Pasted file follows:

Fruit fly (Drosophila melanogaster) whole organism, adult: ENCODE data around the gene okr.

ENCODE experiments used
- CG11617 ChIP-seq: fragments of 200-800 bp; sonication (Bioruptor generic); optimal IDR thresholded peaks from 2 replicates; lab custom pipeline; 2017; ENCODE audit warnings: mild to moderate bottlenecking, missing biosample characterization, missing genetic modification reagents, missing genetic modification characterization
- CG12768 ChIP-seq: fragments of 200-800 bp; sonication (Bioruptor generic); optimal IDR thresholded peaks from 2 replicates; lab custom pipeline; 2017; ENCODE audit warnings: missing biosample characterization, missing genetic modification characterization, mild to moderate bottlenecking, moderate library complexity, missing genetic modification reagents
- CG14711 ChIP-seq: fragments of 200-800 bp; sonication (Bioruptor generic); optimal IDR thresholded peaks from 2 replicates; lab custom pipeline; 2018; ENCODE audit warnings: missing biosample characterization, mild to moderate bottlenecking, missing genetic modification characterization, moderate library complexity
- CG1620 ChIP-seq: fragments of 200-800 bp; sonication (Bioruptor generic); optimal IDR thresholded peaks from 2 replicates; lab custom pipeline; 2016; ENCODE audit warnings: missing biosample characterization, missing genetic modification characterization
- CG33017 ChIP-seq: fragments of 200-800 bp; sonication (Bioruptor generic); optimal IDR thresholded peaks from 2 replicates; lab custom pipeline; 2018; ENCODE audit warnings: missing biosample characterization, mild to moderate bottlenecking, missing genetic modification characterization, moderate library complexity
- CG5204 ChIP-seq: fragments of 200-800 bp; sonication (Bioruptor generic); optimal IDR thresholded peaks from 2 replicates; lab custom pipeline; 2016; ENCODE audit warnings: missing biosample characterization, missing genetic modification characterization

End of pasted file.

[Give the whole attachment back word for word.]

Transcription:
Fruit fly (Drosophila melanogaster) whole organism, adult: ENCODE data around the gene okr.

ENCODE experiments used
- CG11617 ChIP-seq: fragments of 200-800 bp; sonication (Bioruptor generic); optimal IDR thresholded peaks from 2 replicates; lab custom pipeline; 2017; ENCODE audit warnings: mild to moderate bottlenecking, missing biosample characterization, missing genetic modification reagents, missing genetic modification characterization
- CG12768 ChIP-seq: fragments of 200-800 bp; sonication (Bioruptor generic); optimal IDR thresholded peaks from 2 replicates; lab custom pipeline; 2017; ENCODE audit warnings: missing biosample characterization, missing genetic modification characterization, mild to moderate bottlenecking, moderate library complexity, missing genetic modification reagents
- CG14711 ChIP-seq: fragments of 200-800 bp; sonication (Bioruptor generic); optimal IDR thresholded peaks from 2 replicates; lab custom pipeline; 2018; ENCODE audit warnings: missing biosample characterization, mild to moderate bottlenecking, missing genetic modification characterization, moderate library complexity
- CG1620 ChIP-seq: fragments of 200-800 bp; sonication (Bioruptor generic); optimal IDR thresholded peaks from 2 replicates; lab custom pipeline; 2016; ENCODE audit warnings: missing biosample characterization, missing genetic modification characterization
- CG33017 ChIP-seq: fragments of 200-800 bp; sonication (Bioruptor generic); optimal IDR thresholded peaks from 2 replicates; lab custom pipeline; 2018; ENCODE audit warnings: missing biosample characterization, mild to moderate bottlenecking, missing genetic modification characterization, moderate library complexity
- CG5204 ChIP-seq: fragments of 200-800 bp; sonication (Bioruptor generic); optimal IDR thresholded peaks from 2 replicates; lab custom pipeline; 2016; ENCODE audit warnings: missing biosample characterization, missing genetic modification characterization